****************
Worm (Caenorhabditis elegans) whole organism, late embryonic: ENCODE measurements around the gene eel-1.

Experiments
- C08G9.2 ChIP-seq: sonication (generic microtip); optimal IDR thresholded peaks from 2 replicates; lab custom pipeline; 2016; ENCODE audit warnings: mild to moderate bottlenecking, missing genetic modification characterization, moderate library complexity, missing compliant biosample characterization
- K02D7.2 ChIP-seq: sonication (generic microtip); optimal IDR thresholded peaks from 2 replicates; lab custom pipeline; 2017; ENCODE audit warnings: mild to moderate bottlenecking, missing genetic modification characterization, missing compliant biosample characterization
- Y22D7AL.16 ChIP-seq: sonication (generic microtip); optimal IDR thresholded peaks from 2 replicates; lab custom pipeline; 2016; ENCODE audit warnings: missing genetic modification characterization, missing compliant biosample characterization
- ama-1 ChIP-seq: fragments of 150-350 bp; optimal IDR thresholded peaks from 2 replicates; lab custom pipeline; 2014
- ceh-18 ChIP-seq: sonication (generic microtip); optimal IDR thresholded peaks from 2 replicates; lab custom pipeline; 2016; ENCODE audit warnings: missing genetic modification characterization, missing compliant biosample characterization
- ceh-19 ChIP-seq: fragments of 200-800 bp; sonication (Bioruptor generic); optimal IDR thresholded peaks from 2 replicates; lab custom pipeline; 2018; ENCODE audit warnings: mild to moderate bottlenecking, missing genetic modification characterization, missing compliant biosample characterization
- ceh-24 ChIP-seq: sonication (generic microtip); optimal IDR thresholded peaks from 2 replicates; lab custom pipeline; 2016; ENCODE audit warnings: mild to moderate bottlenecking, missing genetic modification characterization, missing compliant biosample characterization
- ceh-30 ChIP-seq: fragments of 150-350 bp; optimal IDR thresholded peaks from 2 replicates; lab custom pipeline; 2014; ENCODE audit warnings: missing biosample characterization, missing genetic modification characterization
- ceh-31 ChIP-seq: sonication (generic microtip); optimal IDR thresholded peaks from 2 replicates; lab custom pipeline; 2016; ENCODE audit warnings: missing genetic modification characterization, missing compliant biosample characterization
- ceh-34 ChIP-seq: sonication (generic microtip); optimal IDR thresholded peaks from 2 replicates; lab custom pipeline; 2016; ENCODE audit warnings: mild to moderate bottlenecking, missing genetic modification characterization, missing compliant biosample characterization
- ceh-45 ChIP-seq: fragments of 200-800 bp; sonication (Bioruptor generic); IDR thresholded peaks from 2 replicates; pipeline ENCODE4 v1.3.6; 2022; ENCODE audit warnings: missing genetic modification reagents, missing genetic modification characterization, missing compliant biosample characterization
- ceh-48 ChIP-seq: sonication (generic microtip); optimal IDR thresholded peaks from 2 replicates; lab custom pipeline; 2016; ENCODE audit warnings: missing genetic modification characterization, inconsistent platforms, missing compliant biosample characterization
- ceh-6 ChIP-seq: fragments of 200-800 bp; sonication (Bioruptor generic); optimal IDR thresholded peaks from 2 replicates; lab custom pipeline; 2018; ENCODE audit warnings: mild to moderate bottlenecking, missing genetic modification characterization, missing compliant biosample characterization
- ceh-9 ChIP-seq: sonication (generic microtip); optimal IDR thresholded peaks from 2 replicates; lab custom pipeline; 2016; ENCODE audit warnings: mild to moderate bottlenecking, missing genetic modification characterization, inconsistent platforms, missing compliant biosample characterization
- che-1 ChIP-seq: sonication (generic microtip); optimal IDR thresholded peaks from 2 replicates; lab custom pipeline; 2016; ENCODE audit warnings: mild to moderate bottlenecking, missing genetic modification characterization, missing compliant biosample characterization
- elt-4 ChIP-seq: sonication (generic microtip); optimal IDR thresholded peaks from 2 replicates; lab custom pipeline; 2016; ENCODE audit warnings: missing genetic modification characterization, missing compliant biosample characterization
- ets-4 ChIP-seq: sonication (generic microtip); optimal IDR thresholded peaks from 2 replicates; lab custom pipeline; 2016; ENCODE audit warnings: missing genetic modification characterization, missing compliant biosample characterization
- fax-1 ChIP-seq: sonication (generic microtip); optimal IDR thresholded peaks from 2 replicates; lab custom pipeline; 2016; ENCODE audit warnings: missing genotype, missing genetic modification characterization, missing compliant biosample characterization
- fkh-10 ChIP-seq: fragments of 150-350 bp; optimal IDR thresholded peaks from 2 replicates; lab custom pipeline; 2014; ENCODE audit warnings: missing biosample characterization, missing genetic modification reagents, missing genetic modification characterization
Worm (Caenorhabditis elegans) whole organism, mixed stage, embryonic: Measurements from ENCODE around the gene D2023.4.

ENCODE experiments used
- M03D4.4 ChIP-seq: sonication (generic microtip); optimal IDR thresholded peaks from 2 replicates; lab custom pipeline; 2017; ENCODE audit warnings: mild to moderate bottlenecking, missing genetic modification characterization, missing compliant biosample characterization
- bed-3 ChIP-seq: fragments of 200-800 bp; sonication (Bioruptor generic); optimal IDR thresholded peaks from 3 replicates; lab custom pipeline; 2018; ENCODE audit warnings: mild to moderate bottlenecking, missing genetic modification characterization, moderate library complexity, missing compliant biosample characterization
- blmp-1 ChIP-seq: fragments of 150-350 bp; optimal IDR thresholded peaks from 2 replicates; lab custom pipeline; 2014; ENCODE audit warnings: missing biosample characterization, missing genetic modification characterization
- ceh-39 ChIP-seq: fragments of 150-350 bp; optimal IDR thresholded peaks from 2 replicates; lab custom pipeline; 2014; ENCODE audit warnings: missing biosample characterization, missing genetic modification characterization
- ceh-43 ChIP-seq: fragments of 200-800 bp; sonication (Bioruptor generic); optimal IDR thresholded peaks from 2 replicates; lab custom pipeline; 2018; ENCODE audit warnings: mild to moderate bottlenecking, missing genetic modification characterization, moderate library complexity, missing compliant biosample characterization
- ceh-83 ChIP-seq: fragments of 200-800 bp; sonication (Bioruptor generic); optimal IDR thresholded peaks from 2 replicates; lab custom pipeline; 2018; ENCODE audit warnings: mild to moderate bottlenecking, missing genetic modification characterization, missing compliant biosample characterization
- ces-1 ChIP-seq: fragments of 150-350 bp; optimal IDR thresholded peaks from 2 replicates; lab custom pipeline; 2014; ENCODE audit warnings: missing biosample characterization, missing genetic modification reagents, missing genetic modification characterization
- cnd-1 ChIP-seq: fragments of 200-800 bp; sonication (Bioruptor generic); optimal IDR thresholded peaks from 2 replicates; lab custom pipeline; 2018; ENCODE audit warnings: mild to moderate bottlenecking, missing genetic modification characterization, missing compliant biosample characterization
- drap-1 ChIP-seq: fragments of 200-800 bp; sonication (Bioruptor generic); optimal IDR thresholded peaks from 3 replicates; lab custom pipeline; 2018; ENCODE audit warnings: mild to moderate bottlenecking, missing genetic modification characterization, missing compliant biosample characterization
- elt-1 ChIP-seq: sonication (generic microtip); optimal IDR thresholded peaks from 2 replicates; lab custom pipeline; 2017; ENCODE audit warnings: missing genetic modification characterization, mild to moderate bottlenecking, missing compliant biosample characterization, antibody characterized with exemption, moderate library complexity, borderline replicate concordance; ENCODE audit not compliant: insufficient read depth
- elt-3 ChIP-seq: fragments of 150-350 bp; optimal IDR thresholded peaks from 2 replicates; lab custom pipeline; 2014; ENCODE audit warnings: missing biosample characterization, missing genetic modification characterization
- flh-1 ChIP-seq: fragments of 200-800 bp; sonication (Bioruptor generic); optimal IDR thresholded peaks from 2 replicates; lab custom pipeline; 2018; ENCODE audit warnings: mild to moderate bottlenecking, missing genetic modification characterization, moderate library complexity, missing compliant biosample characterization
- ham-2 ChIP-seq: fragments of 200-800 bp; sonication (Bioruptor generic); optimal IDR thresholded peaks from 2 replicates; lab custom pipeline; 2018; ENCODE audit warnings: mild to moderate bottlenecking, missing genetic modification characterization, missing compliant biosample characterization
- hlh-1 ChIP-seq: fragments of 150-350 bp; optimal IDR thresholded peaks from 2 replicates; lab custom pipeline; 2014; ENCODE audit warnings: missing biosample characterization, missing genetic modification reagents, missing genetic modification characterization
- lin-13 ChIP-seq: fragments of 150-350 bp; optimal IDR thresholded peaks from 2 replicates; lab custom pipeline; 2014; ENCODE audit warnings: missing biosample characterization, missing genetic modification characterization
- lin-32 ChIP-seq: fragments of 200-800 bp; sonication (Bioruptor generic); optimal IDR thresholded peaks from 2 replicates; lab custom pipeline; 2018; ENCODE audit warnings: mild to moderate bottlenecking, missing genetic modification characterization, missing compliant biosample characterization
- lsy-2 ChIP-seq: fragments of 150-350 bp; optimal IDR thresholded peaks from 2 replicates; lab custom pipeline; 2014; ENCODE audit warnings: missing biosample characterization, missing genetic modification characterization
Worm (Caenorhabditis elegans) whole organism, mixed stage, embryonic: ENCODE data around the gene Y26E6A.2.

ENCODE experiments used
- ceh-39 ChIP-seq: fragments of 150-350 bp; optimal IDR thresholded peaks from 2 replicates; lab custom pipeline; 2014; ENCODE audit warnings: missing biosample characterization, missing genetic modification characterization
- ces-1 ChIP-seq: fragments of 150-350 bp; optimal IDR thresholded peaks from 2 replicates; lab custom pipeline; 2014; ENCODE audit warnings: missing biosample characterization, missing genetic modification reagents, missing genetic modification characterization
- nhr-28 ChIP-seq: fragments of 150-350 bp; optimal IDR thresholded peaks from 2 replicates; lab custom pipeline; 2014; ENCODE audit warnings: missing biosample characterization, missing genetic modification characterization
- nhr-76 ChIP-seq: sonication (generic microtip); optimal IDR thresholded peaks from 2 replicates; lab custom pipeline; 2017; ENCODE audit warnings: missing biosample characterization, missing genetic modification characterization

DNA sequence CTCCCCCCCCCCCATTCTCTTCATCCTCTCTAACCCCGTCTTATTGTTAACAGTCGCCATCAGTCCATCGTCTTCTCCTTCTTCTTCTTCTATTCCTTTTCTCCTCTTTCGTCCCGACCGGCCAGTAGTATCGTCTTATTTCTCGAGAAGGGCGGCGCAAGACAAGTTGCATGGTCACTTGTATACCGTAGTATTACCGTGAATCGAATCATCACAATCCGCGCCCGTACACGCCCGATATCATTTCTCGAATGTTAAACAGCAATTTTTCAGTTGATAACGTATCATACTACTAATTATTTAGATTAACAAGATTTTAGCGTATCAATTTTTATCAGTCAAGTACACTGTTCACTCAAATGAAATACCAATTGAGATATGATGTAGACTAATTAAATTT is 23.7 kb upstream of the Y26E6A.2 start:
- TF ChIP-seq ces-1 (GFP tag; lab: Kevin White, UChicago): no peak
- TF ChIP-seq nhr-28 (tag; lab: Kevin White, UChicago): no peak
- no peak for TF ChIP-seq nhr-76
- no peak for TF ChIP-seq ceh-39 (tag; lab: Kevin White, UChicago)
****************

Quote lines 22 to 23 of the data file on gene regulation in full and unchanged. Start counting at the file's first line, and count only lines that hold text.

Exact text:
Worm (Caenorhabditis elegans) whole organism, mixed stage, embryonic: Measurements from ENCODE around the gene D2023.4.

ENCODE experiments used